>> >> >>> Well I'm willing to not use a hibernated object for the principal.
>> >> >>> I
>> >> >>> think
>> >> >>> it'll be convenient to have access to data like first name, last
>> >> >>> name,
>> >> >>> email, user id etc in the principal object. The reason I'd prefer a
>> >> >>> principal object rather than a collection of primitive types is
>> >> >>> that
>> >> >>> it is
>> >> >>> easier to say property="name", than iterating through the
>> >> >>> principals
>> >> >>> and get
>> >> >>> the n'th element.
>> >> >>>
>> >> >>> But I really did not get where I need to set this principal object
>> >> >>> or
>> >> >>> a
>> >> >>> collection of primitive type principals. Which interface/class
>> >> >>> should
>> >> >>> I
>> >> >>> implement/extend and how should I tell Jsecurity about it?? The
>> >> >>> realm
>> >> >>> doesn't seem to have any setPrincipal method to implement.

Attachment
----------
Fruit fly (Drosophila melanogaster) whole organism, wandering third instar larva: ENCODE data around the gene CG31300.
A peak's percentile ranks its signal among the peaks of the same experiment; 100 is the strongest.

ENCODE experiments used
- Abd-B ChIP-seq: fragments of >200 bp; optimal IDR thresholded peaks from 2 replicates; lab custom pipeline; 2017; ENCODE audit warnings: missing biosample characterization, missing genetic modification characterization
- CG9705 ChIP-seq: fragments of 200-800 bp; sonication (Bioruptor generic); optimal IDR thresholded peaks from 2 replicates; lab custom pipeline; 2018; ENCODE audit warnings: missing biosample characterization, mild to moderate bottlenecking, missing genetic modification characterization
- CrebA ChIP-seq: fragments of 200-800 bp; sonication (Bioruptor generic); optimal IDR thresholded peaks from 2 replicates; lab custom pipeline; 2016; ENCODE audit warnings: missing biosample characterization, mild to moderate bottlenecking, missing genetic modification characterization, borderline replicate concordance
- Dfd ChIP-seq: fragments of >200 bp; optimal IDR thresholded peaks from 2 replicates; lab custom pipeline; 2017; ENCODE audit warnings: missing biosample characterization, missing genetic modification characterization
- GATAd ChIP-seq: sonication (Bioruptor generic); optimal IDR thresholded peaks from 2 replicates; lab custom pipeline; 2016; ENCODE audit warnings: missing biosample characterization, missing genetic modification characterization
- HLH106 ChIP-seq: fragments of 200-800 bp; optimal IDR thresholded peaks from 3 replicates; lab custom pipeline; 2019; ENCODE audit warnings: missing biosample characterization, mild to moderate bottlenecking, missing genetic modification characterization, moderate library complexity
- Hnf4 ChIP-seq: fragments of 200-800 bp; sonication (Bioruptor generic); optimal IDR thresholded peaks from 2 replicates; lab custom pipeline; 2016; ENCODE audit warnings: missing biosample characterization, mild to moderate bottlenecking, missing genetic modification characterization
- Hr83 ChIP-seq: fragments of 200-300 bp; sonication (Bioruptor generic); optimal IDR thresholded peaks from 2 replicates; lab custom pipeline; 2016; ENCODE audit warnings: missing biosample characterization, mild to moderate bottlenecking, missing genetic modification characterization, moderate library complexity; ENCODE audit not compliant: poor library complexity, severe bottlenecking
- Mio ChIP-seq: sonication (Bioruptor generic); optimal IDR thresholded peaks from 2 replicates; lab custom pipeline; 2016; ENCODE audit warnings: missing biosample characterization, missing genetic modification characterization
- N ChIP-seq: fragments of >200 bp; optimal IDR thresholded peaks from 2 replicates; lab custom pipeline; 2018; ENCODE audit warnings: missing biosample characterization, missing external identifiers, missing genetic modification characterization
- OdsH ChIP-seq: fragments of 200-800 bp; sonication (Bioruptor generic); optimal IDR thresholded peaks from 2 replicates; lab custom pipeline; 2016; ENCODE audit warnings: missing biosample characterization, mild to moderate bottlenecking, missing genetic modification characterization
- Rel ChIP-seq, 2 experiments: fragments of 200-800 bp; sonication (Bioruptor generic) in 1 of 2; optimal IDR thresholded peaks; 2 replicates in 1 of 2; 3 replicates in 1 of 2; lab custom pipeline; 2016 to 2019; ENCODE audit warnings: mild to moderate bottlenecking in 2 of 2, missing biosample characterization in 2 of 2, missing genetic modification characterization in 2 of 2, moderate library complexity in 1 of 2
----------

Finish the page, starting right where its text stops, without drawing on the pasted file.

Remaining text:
>> >> >>>
>> >> >>> Thanks a lot for the quick replies Les :)
>> >> >>>
>> >> >>> Animesh
>> >> >>>
>> >> >>> On Mon, Sep 15, 2008 at 10:49 PM, Les Hazlewood <[hidden email]>
>> >> >>> wrote:
>> >> >>>>
>> >> >>>> Ah, the 'property' attribute is for a property of the principal,
>> >> >>>> if
>> >> >>>> it
>> >> >>>> is not a primitive object.
>> >> >>>>
>> >> >>>> For example, you could have a UserPrincipal class that wraps a
>> >> >>>> username property and an id.  Then you could say <jsec:principal
>> >> >>>> property="username"/>
>> >> >>>>
>> >> >>>> and that would equate to this Java call:
>> >> >>>>
>> >> >>>> subject.getPrincipal().getUsername(); (using reflection of course,
>> >> >>>> because getPrincipal returns an object).
>> >> >>>>
>> >> >>>> But since you're storing primitive values in the
>> >> >>>> PrincipalCollection,
>> >> >>>> there is no need for you to use this attribute in the jsec tag.
>> >> >>>>  It
>> >> >>>> is
>> >> >>>> much simpler if you do things that way if you can ;)
>> >> >>>>